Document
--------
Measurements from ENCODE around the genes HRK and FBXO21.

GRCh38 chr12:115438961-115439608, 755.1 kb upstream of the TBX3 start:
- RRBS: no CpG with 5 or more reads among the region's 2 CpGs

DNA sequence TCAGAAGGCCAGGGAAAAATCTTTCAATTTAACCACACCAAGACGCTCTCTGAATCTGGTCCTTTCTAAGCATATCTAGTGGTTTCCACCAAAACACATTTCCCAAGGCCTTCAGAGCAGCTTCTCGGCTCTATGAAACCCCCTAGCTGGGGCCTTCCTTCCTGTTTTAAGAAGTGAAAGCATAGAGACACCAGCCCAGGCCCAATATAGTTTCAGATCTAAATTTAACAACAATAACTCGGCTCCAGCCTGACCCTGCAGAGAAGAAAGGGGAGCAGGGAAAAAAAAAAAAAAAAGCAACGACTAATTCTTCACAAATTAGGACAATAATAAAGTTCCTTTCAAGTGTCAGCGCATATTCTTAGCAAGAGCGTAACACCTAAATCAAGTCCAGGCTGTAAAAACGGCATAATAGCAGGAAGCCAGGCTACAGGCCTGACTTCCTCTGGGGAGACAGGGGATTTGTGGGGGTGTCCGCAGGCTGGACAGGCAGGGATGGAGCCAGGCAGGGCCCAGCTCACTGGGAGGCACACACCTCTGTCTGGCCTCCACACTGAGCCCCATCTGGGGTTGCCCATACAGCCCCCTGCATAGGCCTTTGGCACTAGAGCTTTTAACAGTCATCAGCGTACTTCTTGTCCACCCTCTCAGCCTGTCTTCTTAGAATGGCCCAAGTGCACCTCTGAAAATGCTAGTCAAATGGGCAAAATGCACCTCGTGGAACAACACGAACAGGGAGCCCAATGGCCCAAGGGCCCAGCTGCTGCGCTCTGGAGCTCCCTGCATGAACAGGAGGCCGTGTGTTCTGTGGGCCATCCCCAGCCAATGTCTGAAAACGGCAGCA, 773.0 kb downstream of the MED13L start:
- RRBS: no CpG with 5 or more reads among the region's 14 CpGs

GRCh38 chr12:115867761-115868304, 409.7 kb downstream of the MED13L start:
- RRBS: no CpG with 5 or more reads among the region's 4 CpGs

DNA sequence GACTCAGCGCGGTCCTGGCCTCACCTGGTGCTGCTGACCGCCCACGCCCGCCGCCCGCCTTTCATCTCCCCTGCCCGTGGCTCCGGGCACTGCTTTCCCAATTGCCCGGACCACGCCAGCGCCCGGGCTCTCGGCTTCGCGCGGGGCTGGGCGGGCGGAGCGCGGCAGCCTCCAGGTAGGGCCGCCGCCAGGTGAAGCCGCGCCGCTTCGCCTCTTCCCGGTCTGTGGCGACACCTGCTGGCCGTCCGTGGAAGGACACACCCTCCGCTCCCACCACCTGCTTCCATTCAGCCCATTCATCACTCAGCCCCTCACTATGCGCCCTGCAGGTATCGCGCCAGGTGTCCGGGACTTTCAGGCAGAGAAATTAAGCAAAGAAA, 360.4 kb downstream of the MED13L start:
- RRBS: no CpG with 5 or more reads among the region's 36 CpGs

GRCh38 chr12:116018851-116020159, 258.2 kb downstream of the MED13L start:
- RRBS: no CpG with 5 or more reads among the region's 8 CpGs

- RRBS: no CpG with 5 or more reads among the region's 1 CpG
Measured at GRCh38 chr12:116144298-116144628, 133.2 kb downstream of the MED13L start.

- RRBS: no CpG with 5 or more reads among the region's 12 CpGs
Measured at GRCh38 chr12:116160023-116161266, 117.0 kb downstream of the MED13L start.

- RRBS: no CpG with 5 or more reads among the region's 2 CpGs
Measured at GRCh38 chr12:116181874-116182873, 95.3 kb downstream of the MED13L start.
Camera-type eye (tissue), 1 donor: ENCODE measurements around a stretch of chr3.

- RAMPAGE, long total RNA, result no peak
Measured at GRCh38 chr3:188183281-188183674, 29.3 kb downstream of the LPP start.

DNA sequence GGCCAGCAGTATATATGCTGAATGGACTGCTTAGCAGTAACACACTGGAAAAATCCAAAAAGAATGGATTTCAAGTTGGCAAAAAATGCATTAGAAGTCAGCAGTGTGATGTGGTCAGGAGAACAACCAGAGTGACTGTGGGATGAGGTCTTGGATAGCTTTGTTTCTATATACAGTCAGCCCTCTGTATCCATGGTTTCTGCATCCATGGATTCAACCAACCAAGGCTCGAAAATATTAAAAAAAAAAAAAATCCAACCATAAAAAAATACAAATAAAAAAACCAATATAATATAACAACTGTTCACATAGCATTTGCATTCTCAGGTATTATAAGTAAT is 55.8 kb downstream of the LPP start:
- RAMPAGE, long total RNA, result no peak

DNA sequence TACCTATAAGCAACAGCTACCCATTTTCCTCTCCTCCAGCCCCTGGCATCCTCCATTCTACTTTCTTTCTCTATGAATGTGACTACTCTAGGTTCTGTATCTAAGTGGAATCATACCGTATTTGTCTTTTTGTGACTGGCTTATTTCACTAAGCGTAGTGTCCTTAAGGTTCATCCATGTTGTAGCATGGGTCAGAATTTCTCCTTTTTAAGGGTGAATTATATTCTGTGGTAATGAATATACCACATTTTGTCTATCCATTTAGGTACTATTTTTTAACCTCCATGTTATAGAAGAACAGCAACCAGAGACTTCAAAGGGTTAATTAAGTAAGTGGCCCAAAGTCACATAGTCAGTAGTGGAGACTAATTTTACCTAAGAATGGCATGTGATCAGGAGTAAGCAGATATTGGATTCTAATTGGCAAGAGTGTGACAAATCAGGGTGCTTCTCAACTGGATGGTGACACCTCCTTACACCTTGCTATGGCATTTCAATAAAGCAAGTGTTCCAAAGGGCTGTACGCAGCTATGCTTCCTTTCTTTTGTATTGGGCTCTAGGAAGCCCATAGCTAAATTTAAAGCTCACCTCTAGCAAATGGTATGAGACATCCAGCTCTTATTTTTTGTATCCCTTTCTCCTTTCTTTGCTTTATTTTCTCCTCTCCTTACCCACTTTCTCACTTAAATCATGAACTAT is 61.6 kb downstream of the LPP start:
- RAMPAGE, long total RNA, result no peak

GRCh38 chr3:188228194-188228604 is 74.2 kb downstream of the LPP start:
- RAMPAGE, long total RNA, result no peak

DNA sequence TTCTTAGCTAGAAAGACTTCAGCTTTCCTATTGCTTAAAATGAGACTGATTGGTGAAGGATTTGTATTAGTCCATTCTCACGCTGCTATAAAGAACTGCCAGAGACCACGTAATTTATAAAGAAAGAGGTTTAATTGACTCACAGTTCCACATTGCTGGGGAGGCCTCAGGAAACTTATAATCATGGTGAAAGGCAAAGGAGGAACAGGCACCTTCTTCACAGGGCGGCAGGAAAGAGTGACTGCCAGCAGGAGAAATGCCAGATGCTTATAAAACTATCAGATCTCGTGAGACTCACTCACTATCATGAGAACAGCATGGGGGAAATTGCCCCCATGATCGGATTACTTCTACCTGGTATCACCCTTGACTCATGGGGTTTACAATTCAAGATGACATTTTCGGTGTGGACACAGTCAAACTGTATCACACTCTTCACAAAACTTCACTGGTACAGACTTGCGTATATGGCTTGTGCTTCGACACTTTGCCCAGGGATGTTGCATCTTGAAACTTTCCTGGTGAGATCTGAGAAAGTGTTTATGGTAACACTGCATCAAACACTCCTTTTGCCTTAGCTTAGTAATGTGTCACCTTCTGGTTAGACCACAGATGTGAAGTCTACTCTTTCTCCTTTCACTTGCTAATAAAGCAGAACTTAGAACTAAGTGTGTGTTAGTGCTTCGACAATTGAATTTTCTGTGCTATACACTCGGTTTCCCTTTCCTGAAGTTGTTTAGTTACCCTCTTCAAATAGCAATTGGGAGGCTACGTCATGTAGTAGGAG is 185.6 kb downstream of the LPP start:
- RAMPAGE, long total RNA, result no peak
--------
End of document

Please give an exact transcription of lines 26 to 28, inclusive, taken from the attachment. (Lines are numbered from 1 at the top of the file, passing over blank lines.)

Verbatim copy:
- RAMPAGE, long total RNA, result no peak

DNA sequence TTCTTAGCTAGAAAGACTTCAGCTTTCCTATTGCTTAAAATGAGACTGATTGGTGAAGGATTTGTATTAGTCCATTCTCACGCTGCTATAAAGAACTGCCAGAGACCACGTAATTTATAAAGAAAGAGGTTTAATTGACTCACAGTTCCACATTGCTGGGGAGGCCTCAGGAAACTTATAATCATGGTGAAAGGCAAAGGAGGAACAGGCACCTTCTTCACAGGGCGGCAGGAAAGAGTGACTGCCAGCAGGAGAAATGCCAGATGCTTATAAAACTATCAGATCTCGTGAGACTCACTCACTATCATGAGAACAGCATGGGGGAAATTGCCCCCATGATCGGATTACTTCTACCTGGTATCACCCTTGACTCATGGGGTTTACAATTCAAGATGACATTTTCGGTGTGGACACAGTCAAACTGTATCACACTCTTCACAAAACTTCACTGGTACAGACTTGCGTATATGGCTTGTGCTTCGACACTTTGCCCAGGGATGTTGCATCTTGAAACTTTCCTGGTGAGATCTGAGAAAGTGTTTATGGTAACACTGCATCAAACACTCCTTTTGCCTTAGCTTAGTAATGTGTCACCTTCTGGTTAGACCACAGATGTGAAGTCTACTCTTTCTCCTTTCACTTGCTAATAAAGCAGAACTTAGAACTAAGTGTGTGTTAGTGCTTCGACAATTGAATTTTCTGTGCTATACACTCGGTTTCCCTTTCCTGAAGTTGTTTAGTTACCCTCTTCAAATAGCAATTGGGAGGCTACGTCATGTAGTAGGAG is 185.6 kb downstream of the LPP start:
- RAMPAGE, long total RNA, result no peak